Supported by Greenhaven Road Capital, finding value off the beaten path.
When Michael Mauboussin brought up Brian Arthur’s work in his conversation with Ted Seides it woke my curiosity. In this podcast episode, we’ll cover Arthur’s 1996 Harvard Business Review Paper.
In summary; there are two economies
- The innovation economy which is defined by increasing returns, positive feedback, heavy on know-how and light on resources.
- The optimization economy which is defined by bulk processing, genteelism, and heavy on resources and light on know-how.
Arthur wants managers to be aware of their economy. Innovative economies require commando units who can move fast and break things. Optimization economies require hierarchy and baby steps.
Instagram‘s success aligns with Arthur’s “properties that have become hallmarks of increasing returns.” They weren’t the first or best photo filter app but they did enter an unstable market with multiple potential outcomes and the ability to “lock in” the market.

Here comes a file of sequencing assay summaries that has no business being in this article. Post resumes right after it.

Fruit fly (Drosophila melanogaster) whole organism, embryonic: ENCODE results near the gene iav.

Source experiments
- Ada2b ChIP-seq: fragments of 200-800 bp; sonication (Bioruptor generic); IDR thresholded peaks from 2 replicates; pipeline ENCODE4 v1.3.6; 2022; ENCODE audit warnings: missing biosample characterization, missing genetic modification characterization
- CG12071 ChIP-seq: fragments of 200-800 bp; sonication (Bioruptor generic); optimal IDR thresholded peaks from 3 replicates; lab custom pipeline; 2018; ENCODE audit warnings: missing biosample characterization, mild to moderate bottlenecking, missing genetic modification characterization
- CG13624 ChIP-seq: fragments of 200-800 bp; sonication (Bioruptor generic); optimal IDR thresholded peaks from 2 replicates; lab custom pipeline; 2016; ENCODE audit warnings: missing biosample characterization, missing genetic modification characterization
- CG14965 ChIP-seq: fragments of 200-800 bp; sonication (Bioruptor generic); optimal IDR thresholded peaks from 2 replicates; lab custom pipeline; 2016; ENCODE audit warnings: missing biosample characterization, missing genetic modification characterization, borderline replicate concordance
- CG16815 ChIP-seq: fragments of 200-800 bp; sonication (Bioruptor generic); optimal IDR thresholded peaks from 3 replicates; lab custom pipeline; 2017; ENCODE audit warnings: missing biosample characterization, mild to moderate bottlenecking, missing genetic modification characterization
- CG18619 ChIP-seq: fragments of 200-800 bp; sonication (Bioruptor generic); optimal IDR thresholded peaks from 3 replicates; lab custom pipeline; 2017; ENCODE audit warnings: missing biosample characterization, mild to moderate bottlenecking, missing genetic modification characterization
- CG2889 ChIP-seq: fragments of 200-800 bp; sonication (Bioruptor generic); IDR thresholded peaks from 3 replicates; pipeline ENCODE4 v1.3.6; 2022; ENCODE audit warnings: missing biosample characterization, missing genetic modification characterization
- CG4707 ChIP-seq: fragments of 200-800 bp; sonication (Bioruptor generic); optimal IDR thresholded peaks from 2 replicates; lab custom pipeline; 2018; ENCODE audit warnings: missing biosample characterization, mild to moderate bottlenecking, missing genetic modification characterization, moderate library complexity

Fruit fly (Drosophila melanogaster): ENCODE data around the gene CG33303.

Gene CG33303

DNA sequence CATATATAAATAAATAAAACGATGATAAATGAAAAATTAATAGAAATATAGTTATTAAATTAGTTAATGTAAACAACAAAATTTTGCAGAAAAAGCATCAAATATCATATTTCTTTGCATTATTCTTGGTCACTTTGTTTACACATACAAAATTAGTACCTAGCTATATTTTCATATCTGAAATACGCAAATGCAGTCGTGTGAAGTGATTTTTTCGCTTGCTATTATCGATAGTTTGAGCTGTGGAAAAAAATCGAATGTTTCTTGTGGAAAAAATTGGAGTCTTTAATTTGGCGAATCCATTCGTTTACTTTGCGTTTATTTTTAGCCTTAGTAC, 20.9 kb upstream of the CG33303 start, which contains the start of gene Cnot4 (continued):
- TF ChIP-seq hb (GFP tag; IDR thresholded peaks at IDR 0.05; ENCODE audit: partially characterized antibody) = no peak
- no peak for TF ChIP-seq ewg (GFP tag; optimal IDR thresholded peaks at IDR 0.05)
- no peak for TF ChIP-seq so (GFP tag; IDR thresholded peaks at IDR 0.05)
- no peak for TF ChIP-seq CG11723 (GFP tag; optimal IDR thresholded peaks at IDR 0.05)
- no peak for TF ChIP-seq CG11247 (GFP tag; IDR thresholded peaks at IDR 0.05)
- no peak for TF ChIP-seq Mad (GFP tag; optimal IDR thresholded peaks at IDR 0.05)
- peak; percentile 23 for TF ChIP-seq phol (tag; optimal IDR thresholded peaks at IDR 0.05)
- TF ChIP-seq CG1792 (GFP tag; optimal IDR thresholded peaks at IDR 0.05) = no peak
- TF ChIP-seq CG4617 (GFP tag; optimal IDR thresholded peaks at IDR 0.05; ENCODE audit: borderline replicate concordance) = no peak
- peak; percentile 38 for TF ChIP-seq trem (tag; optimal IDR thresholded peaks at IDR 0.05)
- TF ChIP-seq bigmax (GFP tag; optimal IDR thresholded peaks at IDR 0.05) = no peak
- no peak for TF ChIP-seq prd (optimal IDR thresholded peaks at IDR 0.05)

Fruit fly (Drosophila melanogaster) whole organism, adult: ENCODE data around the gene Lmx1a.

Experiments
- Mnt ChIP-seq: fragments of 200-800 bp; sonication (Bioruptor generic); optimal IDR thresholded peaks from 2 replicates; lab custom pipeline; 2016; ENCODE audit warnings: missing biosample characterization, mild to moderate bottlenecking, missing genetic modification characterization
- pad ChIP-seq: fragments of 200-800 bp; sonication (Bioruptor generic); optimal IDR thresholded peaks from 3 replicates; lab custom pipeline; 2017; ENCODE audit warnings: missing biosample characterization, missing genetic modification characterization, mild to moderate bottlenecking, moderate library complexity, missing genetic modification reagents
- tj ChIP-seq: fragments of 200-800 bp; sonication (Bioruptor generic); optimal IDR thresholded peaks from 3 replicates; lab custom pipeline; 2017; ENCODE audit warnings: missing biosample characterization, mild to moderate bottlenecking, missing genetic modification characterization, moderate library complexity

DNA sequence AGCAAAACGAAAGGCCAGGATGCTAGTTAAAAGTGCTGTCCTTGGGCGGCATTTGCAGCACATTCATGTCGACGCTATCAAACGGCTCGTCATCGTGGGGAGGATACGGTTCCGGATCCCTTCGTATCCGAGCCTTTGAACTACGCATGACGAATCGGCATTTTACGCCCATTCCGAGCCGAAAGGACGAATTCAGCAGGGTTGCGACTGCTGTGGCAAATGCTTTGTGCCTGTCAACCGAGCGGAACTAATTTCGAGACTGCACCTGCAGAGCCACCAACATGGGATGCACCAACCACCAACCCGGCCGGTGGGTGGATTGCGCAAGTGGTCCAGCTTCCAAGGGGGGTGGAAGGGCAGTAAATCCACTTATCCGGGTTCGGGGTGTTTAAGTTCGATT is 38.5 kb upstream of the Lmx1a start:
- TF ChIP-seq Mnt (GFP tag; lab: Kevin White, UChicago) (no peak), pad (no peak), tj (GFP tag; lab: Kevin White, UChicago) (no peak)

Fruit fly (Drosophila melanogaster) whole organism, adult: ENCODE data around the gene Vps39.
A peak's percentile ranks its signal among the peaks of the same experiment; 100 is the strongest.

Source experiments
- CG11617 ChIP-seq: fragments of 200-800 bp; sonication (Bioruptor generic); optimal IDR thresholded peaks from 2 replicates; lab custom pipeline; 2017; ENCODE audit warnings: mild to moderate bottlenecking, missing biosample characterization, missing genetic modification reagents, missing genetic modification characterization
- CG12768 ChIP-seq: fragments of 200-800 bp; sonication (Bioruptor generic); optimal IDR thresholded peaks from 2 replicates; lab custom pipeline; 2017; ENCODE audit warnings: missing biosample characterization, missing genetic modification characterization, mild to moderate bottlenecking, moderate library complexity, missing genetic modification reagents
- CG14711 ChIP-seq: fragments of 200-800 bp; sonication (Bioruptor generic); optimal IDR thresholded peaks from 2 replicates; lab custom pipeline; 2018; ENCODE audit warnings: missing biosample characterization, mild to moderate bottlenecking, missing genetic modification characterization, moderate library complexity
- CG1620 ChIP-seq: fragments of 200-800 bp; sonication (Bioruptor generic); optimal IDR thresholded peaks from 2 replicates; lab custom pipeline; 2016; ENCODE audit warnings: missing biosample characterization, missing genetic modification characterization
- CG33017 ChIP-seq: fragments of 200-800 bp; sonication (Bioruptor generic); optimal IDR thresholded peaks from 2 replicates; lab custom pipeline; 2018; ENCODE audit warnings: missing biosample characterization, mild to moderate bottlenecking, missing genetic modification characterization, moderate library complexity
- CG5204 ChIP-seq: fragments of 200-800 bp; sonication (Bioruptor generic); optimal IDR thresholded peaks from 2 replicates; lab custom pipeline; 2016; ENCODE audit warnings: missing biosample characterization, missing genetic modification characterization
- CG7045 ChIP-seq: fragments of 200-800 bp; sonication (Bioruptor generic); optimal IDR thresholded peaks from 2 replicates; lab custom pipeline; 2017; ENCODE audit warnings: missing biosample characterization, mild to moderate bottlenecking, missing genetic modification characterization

Arthur notes that all companies are some blend of innovation and optimization. Apple’s App Store, iTunes, and iOS integrations are innovative while Apple’s hardware manufacturing is optimized. What matters most for the innovation parts of a business is adaptability, “when the games themselves are not even fully defined, you cannot optimize. What you can do is adapt.”
Arthur explains that here, in my favorite passage.
The podcast includes examples from Nate Silver, Jeff Luhnow, Ed Thrope, and Jerry Kaplan.
7 thoughts on “The Increasing Returns Economy”
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